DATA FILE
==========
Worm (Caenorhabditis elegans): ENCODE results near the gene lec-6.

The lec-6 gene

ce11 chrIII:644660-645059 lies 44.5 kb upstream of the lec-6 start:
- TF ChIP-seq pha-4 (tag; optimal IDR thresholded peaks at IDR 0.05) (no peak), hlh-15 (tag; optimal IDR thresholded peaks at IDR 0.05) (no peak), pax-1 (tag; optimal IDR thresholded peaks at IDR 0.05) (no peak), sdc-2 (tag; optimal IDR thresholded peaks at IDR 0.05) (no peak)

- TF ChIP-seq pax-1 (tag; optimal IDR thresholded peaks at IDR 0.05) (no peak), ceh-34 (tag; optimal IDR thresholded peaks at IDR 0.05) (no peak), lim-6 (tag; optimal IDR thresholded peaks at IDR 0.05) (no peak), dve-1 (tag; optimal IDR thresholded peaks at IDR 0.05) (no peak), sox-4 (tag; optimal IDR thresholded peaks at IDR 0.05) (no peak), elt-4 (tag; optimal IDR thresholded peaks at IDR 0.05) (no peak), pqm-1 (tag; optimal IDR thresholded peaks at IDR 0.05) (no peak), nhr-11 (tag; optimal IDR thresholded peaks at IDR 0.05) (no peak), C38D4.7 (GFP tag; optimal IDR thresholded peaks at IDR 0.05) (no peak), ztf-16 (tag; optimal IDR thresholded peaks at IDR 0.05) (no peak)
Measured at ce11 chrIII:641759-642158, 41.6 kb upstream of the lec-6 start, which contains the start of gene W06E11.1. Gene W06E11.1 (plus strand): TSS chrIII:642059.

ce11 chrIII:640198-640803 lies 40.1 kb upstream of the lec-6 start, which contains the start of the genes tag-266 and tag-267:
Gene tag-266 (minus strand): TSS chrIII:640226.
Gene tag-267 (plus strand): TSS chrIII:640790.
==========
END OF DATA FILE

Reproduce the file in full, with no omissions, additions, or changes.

Worm (Caenorhabditis elegans): ENCODE results near the gene lec-6.

The lec-6 gene

ce11 chrIII:644660-645059 lies 44.5 kb upstream of the lec-6 start:
- TF ChIP-seq pha-4 (tag; optimal IDR thresholded peaks at IDR 0.05) (no peak), hlh-15 (tag; optimal IDR thresholded peaks at IDR 0.05) (no peak), pax-1 (tag; optimal IDR thresholded peaks at IDR 0.05) (no peak), sdc-2 (tag; optimal IDR thresholded peaks at IDR 0.05) (no peak)

- TF ChIP-seq pax-1 (tag; optimal IDR thresholded peaks at IDR 0.05) (no peak), ceh-34 (tag; optimal IDR thresholded peaks at IDR 0.05) (no peak), lim-6 (tag; optimal IDR thresholded peaks at IDR 0.05) (no peak), dve-1 (tag; optimal IDR thresholded peaks at IDR 0.05) (no peak), sox-4 (tag; optimal IDR thresholded peaks at IDR 0.05) (no peak), elt-4 (tag; optimal IDR thresholded peaks at IDR 0.05) (no peak), pqm-1 (tag; optimal IDR thresholded peaks at IDR 0.05) (no peak), nhr-11 (tag; optimal IDR thresholded peaks at IDR 0.05) (no peak), C38D4.7 (GFP tag; optimal IDR thresholded peaks at IDR 0.05) (no peak), ztf-16 (tag; optimal IDR thresholded peaks at IDR 0.05) (no peak)
Measured at ce11 chrIII:641759-642158, 41.6 kb upstream of the lec-6 start, which contains the start of gene W06E11.1. Gene W06E11.1 (plus strand): TSS chrIII:642059.

ce11 chrIII:640198-640803 lies 40.1 kb upstream of the lec-6 start, which contains the start of the genes tag-266 and tag-267:
Gene tag-266 (minus strand): TSS chrIII:640226.
Gene tag-267 (plus strand): TSS chrIII:640790.